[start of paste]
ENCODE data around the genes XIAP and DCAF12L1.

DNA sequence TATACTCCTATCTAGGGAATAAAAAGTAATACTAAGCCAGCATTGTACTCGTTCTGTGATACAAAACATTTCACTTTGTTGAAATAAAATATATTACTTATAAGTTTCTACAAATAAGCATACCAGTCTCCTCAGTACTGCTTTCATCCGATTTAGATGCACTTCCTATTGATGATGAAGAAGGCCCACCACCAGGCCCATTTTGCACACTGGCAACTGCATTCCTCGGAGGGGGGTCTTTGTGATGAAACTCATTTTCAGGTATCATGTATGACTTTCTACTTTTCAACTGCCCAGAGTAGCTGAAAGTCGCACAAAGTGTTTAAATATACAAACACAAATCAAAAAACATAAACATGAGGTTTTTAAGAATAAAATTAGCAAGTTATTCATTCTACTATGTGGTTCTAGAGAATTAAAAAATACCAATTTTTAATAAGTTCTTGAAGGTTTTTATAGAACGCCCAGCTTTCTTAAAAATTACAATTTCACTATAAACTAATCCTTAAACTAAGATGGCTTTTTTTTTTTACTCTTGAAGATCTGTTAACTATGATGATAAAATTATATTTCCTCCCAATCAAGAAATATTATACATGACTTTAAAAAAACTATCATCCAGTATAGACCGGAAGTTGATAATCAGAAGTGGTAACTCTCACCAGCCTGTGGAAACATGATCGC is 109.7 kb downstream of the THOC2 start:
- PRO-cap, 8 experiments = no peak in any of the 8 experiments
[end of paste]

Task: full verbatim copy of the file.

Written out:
ENCODE data around the genes XIAP and DCAF12L1.

DNA sequence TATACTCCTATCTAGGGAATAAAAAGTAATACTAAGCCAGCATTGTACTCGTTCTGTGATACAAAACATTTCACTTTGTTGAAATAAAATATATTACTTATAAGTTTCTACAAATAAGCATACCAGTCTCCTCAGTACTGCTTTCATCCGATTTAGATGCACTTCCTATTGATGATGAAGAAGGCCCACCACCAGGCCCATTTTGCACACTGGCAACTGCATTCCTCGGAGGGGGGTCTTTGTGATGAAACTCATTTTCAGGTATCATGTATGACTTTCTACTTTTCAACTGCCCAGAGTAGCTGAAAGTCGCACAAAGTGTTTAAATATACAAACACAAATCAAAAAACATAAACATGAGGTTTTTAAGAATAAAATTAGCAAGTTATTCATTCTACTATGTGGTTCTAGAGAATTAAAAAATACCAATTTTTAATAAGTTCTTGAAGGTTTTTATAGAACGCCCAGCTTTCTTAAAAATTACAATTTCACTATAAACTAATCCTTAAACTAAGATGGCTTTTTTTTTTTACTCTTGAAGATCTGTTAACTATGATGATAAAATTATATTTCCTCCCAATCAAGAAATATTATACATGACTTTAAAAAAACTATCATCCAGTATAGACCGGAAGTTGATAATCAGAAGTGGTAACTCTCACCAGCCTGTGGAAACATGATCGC is 109.7 kb downstream of the THOC2 start:
- PRO-cap, 8 experiments = no peak in any of the 8 experiments